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Summary:

LightSquare may have seemed to be a beacon of hope for rural broadband, but after looking at the details of the plan, rural America will be better off without the service the company planned to offer.

It has been two years since the FCC sent the bitter 2012 Valentine to broadband aspirant LightSquared (“Sorry Phil, but it could harm GPS”), all but dashing any hope the company may have had of proceeding with its plan. The almost-daily LightSquared news since has been dominated by bankruptcy proceedings, resignations, abandoned alliances, debt deals, financial chest thumping, and some rather obtuse lawsuits – but little if nothing at all about the relative merits of the original plan. Has the relevancy of the original plan been lost in the drama?

The relentless engines of LTE expansion and spectrum-crunch-defying innovation have plowed ahead while the LightSquared saga has stalled. The other day I overheard a comment prompted by the recent news that Dish was dropping its bid for LightSquared’s spectrum (for now). An acquaintance lamented the latest twist: “I guess we will never see rural broadband” (one of the promises offered by plan supporters). Was the plan really going to provide that? Not exactly.

Rural broadband or spectral alchemy?

What was the original plan again? Turn some spectrum of relatively low value, namely that reserved for satellite communications, to high-value terrestrial spectrum. The satellite spectrum in question, acquired by LightSquared through purchase of a flailing satellite communications business, did come with limited options for adding an Ancillary Terrestrial Component to serve places where satellite might not work too well (i.e. with limited sky view; urban canyons, mountainous, or heavily forested). The waiver granted by the FCC in January of 2011 would have allowed LightSquared to become a new telecom carrier, with a hybridization of services via both satellite and potentially tens of thousands of high-powered terrestrial wireless broadband towers. But the waiver was conditional upon addressing interference concerns of other spectrum users. If successful, this would have been an amazing tale of spectral alchemy, turning low-value satellite spectrum into a terrestrial gold windfall.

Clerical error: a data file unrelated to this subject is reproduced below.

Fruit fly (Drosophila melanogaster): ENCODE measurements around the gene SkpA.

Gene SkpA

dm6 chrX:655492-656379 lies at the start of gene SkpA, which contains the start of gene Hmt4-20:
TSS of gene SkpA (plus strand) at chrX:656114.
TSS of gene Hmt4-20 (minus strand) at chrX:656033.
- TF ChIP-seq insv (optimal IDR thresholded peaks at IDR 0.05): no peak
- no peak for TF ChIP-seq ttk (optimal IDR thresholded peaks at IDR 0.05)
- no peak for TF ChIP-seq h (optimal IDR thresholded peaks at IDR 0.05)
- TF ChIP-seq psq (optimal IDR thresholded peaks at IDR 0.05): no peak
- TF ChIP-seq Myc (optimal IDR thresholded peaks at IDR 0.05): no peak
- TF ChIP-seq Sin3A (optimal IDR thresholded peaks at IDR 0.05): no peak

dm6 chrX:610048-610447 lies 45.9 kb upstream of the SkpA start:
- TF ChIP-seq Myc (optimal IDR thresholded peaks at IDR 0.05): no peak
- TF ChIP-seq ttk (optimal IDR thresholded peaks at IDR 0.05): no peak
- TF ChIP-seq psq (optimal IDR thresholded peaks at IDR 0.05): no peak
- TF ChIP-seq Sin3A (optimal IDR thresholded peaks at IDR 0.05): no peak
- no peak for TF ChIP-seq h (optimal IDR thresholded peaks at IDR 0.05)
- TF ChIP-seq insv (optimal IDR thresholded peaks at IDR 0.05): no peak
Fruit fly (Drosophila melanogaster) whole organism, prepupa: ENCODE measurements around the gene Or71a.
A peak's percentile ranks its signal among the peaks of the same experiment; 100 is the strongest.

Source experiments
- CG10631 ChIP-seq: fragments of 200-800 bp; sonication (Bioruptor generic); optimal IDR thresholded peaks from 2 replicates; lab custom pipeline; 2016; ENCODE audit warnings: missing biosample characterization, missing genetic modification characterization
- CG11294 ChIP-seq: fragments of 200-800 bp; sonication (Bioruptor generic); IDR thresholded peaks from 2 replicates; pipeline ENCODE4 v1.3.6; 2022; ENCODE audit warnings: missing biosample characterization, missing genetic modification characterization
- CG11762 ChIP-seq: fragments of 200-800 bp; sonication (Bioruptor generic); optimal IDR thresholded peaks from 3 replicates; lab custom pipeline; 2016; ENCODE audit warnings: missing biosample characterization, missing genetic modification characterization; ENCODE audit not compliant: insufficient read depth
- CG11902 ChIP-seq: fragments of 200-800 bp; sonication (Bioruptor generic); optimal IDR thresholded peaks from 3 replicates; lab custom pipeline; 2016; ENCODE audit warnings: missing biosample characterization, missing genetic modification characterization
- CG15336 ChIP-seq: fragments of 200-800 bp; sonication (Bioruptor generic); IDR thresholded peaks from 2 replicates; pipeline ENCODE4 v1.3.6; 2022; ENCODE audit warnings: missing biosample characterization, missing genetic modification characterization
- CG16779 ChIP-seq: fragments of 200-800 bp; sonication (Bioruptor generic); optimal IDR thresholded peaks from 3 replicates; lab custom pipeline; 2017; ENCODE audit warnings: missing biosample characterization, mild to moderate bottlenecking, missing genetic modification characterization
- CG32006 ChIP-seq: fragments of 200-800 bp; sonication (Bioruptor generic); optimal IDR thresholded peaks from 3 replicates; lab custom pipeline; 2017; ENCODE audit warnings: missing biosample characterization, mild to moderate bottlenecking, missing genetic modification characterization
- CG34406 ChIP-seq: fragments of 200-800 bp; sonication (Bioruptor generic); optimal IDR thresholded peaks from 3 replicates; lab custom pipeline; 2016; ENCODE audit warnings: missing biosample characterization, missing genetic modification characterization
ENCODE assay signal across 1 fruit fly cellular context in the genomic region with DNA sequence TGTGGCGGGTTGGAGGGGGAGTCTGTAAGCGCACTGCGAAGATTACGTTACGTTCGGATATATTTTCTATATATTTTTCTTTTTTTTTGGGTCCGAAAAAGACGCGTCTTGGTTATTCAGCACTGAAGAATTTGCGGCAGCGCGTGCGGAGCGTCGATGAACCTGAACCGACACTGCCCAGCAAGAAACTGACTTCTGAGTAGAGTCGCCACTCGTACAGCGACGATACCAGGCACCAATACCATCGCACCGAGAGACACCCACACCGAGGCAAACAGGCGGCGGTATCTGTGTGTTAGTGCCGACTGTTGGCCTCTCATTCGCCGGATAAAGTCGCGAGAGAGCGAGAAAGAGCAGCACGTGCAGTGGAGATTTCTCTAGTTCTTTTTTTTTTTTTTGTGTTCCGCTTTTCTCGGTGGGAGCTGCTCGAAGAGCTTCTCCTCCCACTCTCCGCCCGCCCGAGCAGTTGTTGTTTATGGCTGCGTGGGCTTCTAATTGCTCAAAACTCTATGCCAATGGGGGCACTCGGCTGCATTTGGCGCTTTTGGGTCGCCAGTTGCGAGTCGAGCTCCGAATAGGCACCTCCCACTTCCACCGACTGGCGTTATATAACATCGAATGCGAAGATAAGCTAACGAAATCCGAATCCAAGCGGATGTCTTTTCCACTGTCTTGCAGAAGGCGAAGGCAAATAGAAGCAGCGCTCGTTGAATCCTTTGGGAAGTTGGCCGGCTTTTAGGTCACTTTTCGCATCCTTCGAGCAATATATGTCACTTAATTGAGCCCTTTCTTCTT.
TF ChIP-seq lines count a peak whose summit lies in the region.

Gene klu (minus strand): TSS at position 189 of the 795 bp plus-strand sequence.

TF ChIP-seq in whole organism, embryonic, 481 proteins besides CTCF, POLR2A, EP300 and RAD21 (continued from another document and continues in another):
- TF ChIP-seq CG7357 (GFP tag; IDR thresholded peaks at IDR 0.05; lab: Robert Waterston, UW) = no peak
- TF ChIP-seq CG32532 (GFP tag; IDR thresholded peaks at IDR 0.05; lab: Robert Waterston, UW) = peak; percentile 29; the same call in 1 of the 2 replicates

On February 14, 2012 the FCC indicated their lack of confidence in the actions by LightSquared to address the interference concerns, particularly with those related to satellite navigation systems. The ordered technical testing did not go well for LightSquared. Despite the devastating setbacks, they still have applications before the FCC to seek modifications of at least parts of the original plan, although an FCC court filing last month threw icy water on potential approvals.

But back in 2011, after the waiver was granted, LightSquared’s efforts were all about selling the original plan. The company paraded retired politicians (many hired as consultants) and even former FCC dignitaries to sales-pitch the media and lobby aggressively on Capitol Hill. The plan was painted as a panacea for a lackluster economy, and even a way to bring “economic security for rural America.”